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Whenever my grandparents visit, they take me to Barnes & Noble. My grandmother, Shasha, a strong believer in self-education through voracious reading, passed on that trait to me. On this particular trip, I spied the book “C++ for Dummies”. I grabbed it, wandered off to my favorite comfy chair, and dove in. Suddenly, Shasha interrupted me, “Time to go!” Immediately, I asked to buy the book. “Why?” Shasha asked with surprise.
Flashing back, I remembered when I got my first laptop at age nine. I used it every day at school. Very quickly, curiosity took hold, and I started thinking about its inner workings. How did it connect to the Internet? Where was data stored? Where were the programs? My half-brother Keith, a programmer at IBM, helped me start to understand. Suddenly, I had the answer for my grandmother. “Keith is programmer. He uses C++. I want to try it myself!” Shasha was skeptical. My grandfather, Papa, smiled, having worked at IBM for 30 years. That day was when I had my first inkling that computer programming was part of my DNA.
As soon as we got home, I went straight down to my basement lair to further immerse myself in the book. As I turned the crisp new pages, I felt the excitement build. The first chapter was titled “Hello World”. I collected all the focus my young brain could muster and settled in. My eyes drifted down the page and I was drawn to the C++ code. I didn’t want to waste time reading the explanation. I didn’t understand what the lines of code meant, but I grabbed my laptop and went with my gut, typing out a test program. I was ready. My body was filled with adrenaline. I pressed “compile and run”. In seconds, my screen responded with an error and with technical lingo well beyond my comprehension. I felt frustrated and confused. As much as I hated to admit it to myself, I needed to go back and re-read the instructions.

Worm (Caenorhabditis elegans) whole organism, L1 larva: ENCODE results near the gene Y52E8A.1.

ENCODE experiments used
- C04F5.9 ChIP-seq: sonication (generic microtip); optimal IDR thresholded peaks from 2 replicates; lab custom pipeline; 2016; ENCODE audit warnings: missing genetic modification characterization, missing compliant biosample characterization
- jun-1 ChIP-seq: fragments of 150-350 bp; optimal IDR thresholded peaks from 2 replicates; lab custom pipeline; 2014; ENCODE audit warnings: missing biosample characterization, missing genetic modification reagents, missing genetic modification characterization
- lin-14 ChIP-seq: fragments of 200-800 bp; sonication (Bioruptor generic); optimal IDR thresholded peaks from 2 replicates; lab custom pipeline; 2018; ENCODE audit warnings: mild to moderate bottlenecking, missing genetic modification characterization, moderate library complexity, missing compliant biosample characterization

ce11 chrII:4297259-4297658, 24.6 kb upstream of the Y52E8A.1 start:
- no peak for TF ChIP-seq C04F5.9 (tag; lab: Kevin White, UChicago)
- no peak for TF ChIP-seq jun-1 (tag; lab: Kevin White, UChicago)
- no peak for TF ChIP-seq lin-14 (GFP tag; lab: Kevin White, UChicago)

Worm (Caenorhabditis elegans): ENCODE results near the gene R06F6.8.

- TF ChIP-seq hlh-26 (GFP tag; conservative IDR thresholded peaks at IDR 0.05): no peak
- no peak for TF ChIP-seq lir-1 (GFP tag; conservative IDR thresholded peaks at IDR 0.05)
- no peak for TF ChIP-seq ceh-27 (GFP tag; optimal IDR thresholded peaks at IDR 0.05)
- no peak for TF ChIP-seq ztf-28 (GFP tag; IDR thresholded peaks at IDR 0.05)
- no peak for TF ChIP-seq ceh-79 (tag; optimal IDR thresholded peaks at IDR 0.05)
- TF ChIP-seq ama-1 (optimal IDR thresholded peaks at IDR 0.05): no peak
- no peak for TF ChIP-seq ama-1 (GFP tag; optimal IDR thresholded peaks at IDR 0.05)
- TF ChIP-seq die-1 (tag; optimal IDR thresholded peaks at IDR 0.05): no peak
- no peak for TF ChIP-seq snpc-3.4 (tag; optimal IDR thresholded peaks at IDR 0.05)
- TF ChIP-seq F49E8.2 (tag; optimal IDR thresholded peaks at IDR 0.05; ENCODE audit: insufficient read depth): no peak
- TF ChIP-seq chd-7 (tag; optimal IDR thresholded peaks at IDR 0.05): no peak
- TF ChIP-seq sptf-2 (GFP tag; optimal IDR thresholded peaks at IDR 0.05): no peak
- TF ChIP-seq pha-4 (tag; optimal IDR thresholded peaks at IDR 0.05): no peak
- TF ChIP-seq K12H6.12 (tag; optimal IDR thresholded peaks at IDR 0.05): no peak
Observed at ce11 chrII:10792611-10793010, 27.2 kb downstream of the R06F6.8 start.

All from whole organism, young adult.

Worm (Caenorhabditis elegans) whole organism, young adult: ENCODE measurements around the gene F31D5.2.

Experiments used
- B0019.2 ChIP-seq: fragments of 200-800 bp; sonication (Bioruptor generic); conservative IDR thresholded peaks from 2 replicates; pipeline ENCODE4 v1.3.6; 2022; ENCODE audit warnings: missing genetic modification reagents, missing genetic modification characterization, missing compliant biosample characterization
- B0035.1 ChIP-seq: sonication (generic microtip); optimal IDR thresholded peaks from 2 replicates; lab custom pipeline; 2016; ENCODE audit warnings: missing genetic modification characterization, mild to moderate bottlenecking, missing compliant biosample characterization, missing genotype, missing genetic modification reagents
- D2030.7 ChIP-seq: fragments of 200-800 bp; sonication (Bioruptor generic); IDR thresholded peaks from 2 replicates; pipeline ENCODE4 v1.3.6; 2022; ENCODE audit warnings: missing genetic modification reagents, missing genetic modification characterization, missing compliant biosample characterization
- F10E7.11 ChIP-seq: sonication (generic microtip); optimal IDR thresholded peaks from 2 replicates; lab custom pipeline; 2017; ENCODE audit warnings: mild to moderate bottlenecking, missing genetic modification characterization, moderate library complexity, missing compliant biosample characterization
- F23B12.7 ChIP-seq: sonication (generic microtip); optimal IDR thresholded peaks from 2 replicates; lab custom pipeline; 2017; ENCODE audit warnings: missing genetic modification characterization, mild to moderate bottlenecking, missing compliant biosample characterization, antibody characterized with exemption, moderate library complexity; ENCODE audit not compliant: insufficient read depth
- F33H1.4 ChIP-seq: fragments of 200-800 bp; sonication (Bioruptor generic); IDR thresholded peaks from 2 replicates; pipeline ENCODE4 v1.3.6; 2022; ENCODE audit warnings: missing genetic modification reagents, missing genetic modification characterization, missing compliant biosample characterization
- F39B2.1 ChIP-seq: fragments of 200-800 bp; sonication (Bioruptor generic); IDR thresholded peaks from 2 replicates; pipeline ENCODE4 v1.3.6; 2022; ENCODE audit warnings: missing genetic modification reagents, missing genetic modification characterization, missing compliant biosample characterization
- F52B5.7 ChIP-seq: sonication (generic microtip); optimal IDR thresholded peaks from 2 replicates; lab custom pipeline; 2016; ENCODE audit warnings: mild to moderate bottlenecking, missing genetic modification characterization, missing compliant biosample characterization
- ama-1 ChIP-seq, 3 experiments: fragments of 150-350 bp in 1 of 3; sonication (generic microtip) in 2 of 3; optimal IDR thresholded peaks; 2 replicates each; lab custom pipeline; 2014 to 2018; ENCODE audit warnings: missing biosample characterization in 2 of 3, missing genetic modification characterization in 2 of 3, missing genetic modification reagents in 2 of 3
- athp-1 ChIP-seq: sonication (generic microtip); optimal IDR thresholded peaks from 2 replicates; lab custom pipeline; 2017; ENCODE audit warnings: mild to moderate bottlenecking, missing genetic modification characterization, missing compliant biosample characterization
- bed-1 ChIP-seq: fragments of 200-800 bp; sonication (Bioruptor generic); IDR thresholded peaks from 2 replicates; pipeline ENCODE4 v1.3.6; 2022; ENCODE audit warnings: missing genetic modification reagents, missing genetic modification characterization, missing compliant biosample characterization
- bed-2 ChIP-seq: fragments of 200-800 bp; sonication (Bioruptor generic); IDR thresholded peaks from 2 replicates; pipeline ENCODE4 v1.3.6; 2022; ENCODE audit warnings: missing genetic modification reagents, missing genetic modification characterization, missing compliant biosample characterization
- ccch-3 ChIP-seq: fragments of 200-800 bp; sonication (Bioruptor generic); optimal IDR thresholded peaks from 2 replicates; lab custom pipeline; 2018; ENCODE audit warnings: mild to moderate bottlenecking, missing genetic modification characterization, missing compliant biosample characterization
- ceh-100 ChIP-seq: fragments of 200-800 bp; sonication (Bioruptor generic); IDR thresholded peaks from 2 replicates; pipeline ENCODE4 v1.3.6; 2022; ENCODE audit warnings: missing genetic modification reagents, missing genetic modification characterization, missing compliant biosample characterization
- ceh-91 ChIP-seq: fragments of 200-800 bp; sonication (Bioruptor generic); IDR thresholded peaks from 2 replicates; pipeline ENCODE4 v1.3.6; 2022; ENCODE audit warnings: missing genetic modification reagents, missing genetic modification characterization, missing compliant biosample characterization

Lying on the cold hard floor, staring at the dots in the ceiling tiles, I thought of my dad’s mantra, which applied to most things I tried to tackle. “Don’t be careless. Be methodical.” Dad’s first job was to program algorithms used by nuclear submarines interpreting SONAR. While working at Merrill Lynch in the late 80’s, he met my mom. She was one of two female programmers in her department. Mom often tells the story of her first day on the job, when her boss dropped a 200+ page program on her desk with no more instruction than, “fix this”. (She did.) I’m the proud child of two computer geeks.
When people ask me what I want to do, I answer without hesitation, “I want to be a programmer”. I represent the third generation of technologists in my family, starting with Papa, who, as a Jewish nine year-old in World War II Europe, was whisked away from his family and hidden by courageous strangers. Papa immigrated to the U.S. in 1950. At twenty one, he entered a technical training program. Papa later joined IBM, where he became a legend in the mainframe division. Technology is in my blood.
I remember sitting up on the basement floor on the day I came home with “C++ for Dummies”. I was a boy of nine, who, unlike my Papa many years before, had the freedom to indulge his curiosity. I turned back to the book, reading more closely this time. I realized how easily things could go awry. A missed semicolon was all it took to completely derail my program. I returned to my code with a finer eye to detail and fixed my errors methodically. I pressed “compile and run” again, awaiting the moment of truth. I looked at my screen and the magical words appeared: “Hello World.” I thought, “Here I come!”